Scottish Sea Farms makes case for Wester Ross site

Jim Gallagher, Managing Director, Scottish Sea Farms

Scottish Sea Farms says that its proposed facility off Wester Ross will take full account of the needs of the Wester Ross marine protected area (MPA).
Responding to an objection lodged by the Scottish Wildlife Trust, Scottish Sea Farms’ managing director Jim Gallagher said: “It’s absolutely right that sensitive habitats and species be protected and we’ve taken great care from the outset to ensure there’s no overlap between the proposed farm and priority marine features such as the maerl beds and other marine plants and animals they are home to. Several of our farms are already located in marine protected areas – our nearby farms at Tanera and Fada included – proving that, with responsible and sympathetic farm management, both can co-exist.”
Scottish Sea Farms has applied for permission for a site close to Horse Island in the Summer Isles, which lies within the Wester Ross MPA in north west Scotland. The original proposal has been scaled down to eight pens with a biomass of 1,100 tonnes, in compliance with the introduction of a new modelling system from the Scottish Environmental Protection Agency (SEPA). The original proposal had been for 14 pens and a biomass of 1,973 tonnes.
The company stresses that a full and thorough environmental impact assessment has been prepared by independent environmental consultants Aquatera, with full consideration of the MPA, and will be made publicly available at the next stage of the consultation process. It adds that when MPAs were first designated in Scotland, in most cases in areas where the marine habitat was deemed to be in good condition, many were at sites where salmon farms were already operating.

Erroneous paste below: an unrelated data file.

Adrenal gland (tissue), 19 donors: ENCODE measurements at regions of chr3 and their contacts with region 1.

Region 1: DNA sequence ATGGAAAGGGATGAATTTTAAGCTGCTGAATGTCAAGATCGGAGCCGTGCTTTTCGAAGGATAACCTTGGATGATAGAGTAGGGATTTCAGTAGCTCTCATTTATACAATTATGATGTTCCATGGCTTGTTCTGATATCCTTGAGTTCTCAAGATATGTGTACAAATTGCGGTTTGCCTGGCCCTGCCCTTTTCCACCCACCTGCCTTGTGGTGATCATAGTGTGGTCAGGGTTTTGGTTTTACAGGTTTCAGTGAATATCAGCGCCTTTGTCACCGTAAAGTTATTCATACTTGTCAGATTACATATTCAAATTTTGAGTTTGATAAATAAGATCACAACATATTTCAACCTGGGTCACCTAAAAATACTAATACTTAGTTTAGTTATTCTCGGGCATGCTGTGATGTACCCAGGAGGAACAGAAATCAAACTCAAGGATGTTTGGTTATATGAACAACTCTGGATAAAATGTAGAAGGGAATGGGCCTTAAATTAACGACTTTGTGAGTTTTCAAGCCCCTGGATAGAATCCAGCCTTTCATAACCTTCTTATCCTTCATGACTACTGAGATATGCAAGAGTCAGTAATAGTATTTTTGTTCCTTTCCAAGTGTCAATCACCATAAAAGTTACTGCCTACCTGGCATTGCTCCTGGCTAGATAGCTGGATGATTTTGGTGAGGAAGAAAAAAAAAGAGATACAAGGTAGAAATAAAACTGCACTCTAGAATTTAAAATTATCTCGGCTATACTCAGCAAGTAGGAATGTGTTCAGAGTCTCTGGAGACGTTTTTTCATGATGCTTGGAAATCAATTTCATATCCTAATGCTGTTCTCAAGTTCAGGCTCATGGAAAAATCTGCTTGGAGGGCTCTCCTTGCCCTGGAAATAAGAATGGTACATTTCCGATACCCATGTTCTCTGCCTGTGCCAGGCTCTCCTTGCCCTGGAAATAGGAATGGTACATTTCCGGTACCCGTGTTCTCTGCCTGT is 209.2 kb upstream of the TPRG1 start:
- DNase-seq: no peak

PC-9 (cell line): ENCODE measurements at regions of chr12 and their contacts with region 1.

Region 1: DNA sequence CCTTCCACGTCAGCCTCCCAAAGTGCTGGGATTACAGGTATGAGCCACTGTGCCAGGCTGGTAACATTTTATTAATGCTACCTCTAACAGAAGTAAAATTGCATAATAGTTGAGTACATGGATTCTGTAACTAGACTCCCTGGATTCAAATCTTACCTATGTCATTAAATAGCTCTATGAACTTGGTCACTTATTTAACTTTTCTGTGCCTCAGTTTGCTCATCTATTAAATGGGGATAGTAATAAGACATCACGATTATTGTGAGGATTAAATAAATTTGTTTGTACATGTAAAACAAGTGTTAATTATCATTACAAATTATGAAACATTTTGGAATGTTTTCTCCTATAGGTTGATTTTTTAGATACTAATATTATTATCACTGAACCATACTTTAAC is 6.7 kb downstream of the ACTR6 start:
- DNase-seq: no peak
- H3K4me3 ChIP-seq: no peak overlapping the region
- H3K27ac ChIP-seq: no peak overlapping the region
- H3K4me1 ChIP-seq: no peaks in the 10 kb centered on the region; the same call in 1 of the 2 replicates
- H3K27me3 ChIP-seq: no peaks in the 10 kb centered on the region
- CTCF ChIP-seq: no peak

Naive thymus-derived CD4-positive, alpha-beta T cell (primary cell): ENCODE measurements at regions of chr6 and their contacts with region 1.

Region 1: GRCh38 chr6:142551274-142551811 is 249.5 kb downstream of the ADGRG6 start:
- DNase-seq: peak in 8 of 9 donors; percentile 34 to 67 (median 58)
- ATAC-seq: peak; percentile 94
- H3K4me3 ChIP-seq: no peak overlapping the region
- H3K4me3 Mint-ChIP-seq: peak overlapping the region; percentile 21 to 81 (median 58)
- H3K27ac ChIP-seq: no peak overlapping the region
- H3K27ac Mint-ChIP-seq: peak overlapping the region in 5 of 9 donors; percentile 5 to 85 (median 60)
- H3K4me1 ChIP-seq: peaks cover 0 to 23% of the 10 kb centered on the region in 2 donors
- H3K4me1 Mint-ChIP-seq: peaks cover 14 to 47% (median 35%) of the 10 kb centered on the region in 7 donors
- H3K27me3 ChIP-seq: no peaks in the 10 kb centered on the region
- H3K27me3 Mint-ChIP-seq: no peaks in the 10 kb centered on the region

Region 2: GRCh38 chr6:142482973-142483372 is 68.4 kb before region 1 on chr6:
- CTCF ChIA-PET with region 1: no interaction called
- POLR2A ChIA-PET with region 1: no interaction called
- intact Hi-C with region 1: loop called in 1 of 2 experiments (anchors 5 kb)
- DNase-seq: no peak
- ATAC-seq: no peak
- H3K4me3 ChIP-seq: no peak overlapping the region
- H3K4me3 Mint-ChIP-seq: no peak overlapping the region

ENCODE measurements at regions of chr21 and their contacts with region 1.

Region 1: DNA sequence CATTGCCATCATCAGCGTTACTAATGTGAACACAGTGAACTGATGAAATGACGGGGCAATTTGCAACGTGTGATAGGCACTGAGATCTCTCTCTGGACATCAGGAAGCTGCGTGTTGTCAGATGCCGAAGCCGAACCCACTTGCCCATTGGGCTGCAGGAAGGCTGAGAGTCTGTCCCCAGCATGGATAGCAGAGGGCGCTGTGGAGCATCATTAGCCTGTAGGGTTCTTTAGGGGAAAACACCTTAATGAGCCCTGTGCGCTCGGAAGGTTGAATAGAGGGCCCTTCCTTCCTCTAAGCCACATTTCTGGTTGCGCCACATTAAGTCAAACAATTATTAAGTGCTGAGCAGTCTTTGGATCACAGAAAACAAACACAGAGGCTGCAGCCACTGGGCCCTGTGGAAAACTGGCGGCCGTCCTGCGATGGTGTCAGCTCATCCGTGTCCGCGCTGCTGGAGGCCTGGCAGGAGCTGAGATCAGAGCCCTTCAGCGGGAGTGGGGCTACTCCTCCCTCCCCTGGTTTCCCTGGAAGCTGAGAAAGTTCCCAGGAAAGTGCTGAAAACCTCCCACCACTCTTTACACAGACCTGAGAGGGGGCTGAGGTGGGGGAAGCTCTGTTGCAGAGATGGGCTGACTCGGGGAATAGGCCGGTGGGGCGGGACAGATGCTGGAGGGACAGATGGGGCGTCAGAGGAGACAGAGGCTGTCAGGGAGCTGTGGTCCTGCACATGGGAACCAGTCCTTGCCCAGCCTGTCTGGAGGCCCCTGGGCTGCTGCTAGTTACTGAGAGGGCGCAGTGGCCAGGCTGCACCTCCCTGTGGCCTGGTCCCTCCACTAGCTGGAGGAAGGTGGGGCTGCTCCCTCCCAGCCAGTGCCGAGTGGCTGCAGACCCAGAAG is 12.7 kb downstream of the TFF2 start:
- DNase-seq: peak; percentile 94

Gallagher said: “By exercising due diligence at each step of process, our aim is deliver a win-win outcome for the Summer Isles community: the creation of highly skilled, highly paid jobs and modern apprenticeships, while at the same time protecting its healthy marine environment for generations to come. In terms of the wider environment meanwhile, the new farm would enable us to provide more healthy, nutritious seafood via one of the lowest carbon farming sectors there is.
“For now though, the consultation process is very much ongoing, with plenty of opportunity for community input. We welcome that input, we’re listening and we’re keen to address any concerns that might exist.”
Scottish Sea Farms says the new site will create six new full-time jobs, with recruitment from the local community wherever possible, and one to two modern apprenticeship positions, as well as contributing to the local economy through spending on infrastructure and maintenance.


Keep up with us

Posted in ,
Fish Farmer magazine June 2024 cover

The June 2024 issue of Fish Farmer magazine is out now online